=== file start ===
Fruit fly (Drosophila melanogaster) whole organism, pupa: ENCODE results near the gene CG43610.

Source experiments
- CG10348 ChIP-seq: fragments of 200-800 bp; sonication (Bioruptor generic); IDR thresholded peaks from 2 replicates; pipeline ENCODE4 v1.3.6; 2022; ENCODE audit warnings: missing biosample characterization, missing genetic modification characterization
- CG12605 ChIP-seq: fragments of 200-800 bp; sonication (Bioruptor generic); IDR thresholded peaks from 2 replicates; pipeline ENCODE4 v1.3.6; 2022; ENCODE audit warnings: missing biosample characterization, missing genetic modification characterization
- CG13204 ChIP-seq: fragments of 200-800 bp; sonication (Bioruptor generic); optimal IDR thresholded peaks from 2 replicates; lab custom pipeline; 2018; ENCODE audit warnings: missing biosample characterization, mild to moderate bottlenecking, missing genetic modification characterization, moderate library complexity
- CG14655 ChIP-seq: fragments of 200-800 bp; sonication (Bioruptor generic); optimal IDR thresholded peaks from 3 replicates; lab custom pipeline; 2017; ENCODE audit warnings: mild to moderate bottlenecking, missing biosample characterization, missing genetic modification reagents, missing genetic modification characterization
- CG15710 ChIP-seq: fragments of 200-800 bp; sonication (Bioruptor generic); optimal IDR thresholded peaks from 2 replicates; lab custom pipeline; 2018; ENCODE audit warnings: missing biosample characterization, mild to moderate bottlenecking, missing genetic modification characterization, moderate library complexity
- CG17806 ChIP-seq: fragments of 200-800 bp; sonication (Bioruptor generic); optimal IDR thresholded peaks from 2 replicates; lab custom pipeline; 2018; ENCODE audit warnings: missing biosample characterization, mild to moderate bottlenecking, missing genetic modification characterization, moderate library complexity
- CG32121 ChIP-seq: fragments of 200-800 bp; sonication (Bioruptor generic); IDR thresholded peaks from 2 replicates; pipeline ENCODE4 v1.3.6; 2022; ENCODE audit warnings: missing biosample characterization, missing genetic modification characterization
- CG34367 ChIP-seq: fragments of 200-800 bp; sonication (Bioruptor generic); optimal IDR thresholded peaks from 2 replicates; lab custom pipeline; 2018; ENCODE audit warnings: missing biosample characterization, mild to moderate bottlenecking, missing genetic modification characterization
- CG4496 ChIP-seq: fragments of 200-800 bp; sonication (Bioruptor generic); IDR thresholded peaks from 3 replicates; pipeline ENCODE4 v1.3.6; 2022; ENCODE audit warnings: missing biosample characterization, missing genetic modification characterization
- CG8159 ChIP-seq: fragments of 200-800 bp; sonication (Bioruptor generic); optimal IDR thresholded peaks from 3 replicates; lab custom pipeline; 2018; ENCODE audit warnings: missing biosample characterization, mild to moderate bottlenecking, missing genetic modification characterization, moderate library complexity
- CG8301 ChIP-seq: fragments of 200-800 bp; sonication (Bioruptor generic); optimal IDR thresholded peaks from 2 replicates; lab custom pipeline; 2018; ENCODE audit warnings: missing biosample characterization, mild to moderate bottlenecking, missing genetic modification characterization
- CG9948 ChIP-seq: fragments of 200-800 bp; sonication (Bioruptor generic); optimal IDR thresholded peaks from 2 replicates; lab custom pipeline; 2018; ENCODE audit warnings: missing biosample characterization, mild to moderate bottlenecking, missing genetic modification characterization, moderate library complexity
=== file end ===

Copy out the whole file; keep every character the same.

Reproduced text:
Fruit fly (Drosophila melanogaster) whole organism, pupa: ENCODE results near the gene CG43610.

Source experiments
- CG10348 ChIP-seq: fragments of 200-800 bp; sonication (Bioruptor generic); IDR thresholded peaks from 2 replicates; pipeline ENCODE4 v1.3.6; 2022; ENCODE audit warnings: missing biosample characterization, missing genetic modification characterization
- CG12605 ChIP-seq: fragments of 200-800 bp; sonication (Bioruptor generic); IDR thresholded peaks from 2 replicates; pipeline ENCODE4 v1.3.6; 2022; ENCODE audit warnings: missing biosample characterization, missing genetic modification characterization
- CG13204 ChIP-seq: fragments of 200-800 bp; sonication (Bioruptor generic); optimal IDR thresholded peaks from 2 replicates; lab custom pipeline; 2018; ENCODE audit warnings: missing biosample characterization, mild to moderate bottlenecking, missing genetic modification characterization, moderate library complexity
- CG14655 ChIP-seq: fragments of 200-800 bp; sonication (Bioruptor generic); optimal IDR thresholded peaks from 3 replicates; lab custom pipeline; 2017; ENCODE audit warnings: mild to moderate bottlenecking, missing biosample characterization, missing genetic modification reagents, missing genetic modification characterization
- CG15710 ChIP-seq: fragments of 200-800 bp; sonication (Bioruptor generic); optimal IDR thresholded peaks from 2 replicates; lab custom pipeline; 2018; ENCODE audit warnings: missing biosample characterization, mild to moderate bottlenecking, missing genetic modification characterization, moderate library complexity
- CG17806 ChIP-seq: fragments of 200-800 bp; sonication (Bioruptor generic); optimal IDR thresholded peaks from 2 replicates; lab custom pipeline; 2018; ENCODE audit warnings: missing biosample characterization, mild to moderate bottlenecking, missing genetic modification characterization, moderate library complexity
- CG32121 ChIP-seq: fragments of 200-800 bp; sonication (Bioruptor generic); IDR thresholded peaks from 2 replicates; pipeline ENCODE4 v1.3.6; 2022; ENCODE audit warnings: missing biosample characterization, missing genetic modification characterization
- CG34367 ChIP-seq: fragments of 200-800 bp; sonication (Bioruptor generic); optimal IDR thresholded peaks from 2 replicates; lab custom pipeline; 2018; ENCODE audit warnings: missing biosample characterization, mild to moderate bottlenecking, missing genetic modification characterization
- CG4496 ChIP-seq: fragments of 200-800 bp; sonication (Bioruptor generic); IDR thresholded peaks from 3 replicates; pipeline ENCODE4 v1.3.6; 2022; ENCODE audit warnings: missing biosample characterization, missing genetic modification characterization
- CG8159 ChIP-seq: fragments of 200-800 bp; sonication (Bioruptor generic); optimal IDR thresholded peaks from 3 replicates; lab custom pipeline; 2018; ENCODE audit warnings: missing biosample characterization, mild to moderate bottlenecking, missing genetic modification characterization, moderate library complexity
- CG8301 ChIP-seq: fragments of 200-800 bp; sonication (Bioruptor generic); optimal IDR thresholded peaks from 2 replicates; lab custom pipeline; 2018; ENCODE audit warnings: missing biosample characterization, mild to moderate bottlenecking, missing genetic modification characterization
- CG9948 ChIP-seq: fragments of 200-800 bp; sonication (Bioruptor generic); optimal IDR thresholded peaks from 2 replicates; lab custom pipeline; 2018; ENCODE audit warnings: missing biosample characterization, mild to moderate bottlenecking, missing genetic modification characterization, moderate library complexity